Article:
“We really want to find a way to promote local business but restrict alcohol sales at family-friendly events.” She noted past problems at the Heritage Festival in Barre and a Fourth of July Parade in Warren. Gilbert said her question was this, “Do we need to have alcohol visible and normalized in settings that involve a lot of our youth?”
At the same time, she noted that under the approved proposal beer sales would only take place in a restricted area away from the grandstand. She also noted affirmatively that beer sales would be carefully supervised by trained volunteers who would not serve to minors.
“I will say this,” she said. “I have been in contact with Brian Gallagher and the Central Vermont Coalition values its relationship with the Mountaineers. He’s shared the plans. It sounds like safety measures have been built (into the plan) to make this successful. And so I see it as a trial run.”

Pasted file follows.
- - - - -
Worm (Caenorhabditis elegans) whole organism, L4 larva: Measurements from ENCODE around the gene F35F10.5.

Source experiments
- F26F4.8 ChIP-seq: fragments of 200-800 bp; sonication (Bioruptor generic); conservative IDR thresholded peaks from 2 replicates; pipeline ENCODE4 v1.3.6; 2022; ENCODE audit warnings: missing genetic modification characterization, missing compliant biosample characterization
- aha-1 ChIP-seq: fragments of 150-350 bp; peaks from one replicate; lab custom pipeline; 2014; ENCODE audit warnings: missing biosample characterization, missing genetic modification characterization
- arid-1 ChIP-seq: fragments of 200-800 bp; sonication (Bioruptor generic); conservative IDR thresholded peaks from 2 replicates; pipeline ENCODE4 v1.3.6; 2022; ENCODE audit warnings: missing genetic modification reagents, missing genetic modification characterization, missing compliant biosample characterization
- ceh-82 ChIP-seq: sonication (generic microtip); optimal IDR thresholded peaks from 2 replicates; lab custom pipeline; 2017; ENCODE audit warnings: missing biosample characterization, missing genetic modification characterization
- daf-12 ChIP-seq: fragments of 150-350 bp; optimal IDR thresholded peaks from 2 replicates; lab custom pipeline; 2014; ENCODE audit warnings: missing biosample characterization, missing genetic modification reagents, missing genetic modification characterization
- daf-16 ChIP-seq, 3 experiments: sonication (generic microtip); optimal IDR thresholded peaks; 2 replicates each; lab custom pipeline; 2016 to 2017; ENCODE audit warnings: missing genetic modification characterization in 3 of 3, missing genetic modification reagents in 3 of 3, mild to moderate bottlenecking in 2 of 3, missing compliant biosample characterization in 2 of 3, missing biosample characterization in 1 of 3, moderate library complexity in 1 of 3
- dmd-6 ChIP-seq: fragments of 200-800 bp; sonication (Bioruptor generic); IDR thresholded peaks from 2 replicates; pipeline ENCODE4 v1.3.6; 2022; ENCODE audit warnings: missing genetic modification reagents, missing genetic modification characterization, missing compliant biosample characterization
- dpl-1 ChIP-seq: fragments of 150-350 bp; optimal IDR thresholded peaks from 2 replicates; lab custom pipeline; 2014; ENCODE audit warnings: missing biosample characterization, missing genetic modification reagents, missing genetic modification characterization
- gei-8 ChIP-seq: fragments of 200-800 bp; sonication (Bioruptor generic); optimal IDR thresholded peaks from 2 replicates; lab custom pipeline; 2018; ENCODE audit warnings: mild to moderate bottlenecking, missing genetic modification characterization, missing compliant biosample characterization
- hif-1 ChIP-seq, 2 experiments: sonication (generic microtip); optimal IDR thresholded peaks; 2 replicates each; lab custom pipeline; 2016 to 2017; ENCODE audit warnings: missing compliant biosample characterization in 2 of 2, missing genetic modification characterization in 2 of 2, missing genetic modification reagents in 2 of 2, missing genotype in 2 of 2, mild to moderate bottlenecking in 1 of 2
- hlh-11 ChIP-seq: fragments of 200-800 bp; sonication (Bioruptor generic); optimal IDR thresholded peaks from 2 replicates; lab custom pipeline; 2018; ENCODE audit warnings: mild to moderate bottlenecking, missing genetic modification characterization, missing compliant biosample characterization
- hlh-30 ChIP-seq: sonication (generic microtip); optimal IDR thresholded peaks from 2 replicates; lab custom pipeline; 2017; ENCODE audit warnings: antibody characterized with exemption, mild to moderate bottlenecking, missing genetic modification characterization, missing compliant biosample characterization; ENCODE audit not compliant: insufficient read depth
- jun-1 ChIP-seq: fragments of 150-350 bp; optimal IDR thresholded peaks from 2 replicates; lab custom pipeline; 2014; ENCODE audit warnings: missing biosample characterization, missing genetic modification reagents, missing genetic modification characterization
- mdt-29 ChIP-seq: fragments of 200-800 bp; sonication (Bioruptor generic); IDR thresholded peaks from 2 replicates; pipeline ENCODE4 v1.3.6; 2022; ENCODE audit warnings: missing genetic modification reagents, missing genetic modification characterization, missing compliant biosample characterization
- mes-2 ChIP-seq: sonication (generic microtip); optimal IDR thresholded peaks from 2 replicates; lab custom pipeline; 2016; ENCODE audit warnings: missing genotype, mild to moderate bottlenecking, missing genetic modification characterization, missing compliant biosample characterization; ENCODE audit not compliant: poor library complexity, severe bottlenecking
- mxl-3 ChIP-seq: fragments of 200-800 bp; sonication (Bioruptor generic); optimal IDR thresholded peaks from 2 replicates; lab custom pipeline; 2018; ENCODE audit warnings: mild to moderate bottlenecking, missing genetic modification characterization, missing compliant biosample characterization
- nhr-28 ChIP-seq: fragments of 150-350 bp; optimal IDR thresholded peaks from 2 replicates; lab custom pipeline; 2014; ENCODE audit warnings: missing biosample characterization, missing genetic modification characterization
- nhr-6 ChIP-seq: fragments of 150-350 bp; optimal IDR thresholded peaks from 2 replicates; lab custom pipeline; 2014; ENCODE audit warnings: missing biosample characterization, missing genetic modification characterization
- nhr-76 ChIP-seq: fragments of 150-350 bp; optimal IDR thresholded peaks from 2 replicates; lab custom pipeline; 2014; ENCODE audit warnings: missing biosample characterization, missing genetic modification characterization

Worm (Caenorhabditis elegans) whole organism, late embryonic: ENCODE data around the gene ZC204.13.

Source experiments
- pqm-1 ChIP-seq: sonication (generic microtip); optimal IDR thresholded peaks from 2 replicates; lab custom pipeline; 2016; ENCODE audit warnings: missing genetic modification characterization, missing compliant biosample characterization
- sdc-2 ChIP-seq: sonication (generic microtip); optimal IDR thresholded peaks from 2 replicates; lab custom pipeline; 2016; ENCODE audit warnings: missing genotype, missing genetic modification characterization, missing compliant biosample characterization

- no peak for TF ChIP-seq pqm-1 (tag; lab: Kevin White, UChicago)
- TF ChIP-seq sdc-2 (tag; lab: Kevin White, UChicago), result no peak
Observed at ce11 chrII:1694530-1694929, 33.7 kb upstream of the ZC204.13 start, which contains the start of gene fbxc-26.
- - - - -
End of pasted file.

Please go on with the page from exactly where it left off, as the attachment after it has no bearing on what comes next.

Then she offered a question and a concern. This was her question, “Is this going to help Montpelier by increasing attendance at the ball games?” Then this concern, “There are a lot of parents who feel this is a safe place for kids to go to be there with their friends. I worry about intoxication.”
“We have a concern about underage drinking and binge drinking.” She said that drinking establishments say they will not over-serve because they have a reputation to protect.” Then she added, “The more it is visible, the more it is normalized, the more youth thinks it is safe and acceptable.”
Of all the people who talked about the Mountaineers beer sales proposal, it was Eddie Walbridge, first president of the Mountaineers board, who disapproved the most vehemently.
“Why put it in front of kids?” Walbridge asked. “It’s right in their face.”
Walbridge said that this was not the first time that beer sales at the games had been proposed. “It’s been proposed three or four times. It’s about making money,” he said flatly.
Walbridge drew a distinction between his point of view and simple opposition. “I don’t oppose,” he said. “I think it’s morally wrong. It’s morally wrong because we are trying to save our children — to keep our kids away from alcohol. If they put that in there — in five years, it won’t be a kid place. The alcohol will get bigger.”